ON Kaleemullah Khan's magic tree—it can bear over 300 varieties of mangoes—every fruit has a tiny tin label of identification on its pale green pedicle. The names are as fascinating as the mangoes themselves: the heart-shaped Asl-ul-Muqarrar, the bright red Husn-e-Ara, the bitter gourd-like Karela, Kelwachampa, Sharbati Bagrain, Pukhraj, Walajah Pasand, Khas-ul-Khas, Makkhan, Shyam Sunder, Prince, Himsagar...they are all there. In all their splendour.
But try pinning a label on the man behind the tree. It's tough. In Malihabad's mango country, where the luscious fruit seems to grow on virtually everything that resembles a tree, 57-year-old Kaleemullah Khan is King. Quite clearly, he is not your average mango-grower. What is he, then? A scientist of sorts? Most certainly. Or horticulture's equivalent of a collage artist? That, too. Or simply a sorcerer whose nature-aided legerdemain defies all explanation? Undoubtedly.
The tree may not be the sum total of his life's work—there's more to the short, stocky, bearded man than a 'freak' achievement—but it certainly is his chosen mission. "I want to live on through this tree after my death," he says matter-of-factly. "It's not a mere tree. It's a full-blown orchard, a veritable laboratory that can be of immense use to researchers."
No wonder the tree has been put together with great care. "I am very finicky about what I put up there," says Kaleemullah. So, the Alphonsos have come all the way from Maharashtra's Ratnagiri district, the Langras from Bihar, the Himsagars from West Bengal and the Bangan-pallis from Andhra Pradesh. He knows all eyes are on the tree. Hence the constant striving for perfection. "I am angootha-thek (illiterate)," he says, "but I do have something to contribute."
The rich crop from Abdullah Nursery, Kaleemullah's 14-acre orchard just off the Malihabad railway station, is packed in wooden boxes every season and sent to all corners of India. A sizeable percentage of his orchard's produce carries Malihabad's famed aroma as far as the Gulf countries. But that, he says, is only his business. Kaleemullah's passion, it is obvious, is the tree that grows in a smaller four-acre nursery across the rail tracks. "It is 75 years old, but it looks as fresh as a 10-year-old plant," says Kaleemullah with the pride of a mother waxing eloquent about the virtues of her favourite child.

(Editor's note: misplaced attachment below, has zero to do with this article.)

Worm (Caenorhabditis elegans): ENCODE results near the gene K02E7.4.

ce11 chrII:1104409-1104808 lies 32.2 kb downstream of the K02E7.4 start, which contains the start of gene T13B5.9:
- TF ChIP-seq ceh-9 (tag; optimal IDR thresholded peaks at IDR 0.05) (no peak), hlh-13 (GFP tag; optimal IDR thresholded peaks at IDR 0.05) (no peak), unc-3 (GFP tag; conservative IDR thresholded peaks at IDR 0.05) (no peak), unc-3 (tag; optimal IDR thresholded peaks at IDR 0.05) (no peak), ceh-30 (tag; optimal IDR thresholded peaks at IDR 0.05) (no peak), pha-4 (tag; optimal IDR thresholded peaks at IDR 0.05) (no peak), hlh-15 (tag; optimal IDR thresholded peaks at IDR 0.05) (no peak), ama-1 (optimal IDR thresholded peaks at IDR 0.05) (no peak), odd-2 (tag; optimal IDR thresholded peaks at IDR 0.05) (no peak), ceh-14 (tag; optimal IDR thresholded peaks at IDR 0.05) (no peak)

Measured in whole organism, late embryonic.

Malihabad's star mango-grower has spent the last 10 years of his life painstakingly nurturing the wonder tree, grafting 315 distinct varieties of mangoes on its strong branches. If that were not enough, another tree in the nursery is known to bear upwards of 150 mango types. Not surprisingly, the nursery, about 35 km from Lucknow on the road to Hardoi, has emerged as a major tourist attraction. Every weekend, and sometimes on week -days as well, Kaleemullah receives a stream of visitors—pen-pushers from Lucknow and elsewhere, shutterbugs, government officials, experts and tourists from beyond India's shores. He finds time for everybody. No one is allowed to leave without a 10-kg box of Dussehris. "His hospitality is the stuff of folklore," says fellow mango-grower and cousin Khalilur Rehman Khan. "Last year, he gave away mangoes worth Rs 48,000 absolutely free."
Nature, too, is extremely generous in Malihabad. During the mango season (May to August), up to 150 trucks trundle out of the town every day and head off in different directions carrying nature's bounty. Kaleemullah's own output is sold out in 15 days every year. The result: many prospective buyers, drawn to Malihabad by tales of Kaleemullah's magic touch, have to return disappointed. "If he wants, he can buy mangoes from outside and make a profit on them," says Khalilur. "But he doesn't do that because he is not confident that the mangoes that grow outside his orchard will be quite up to the mark."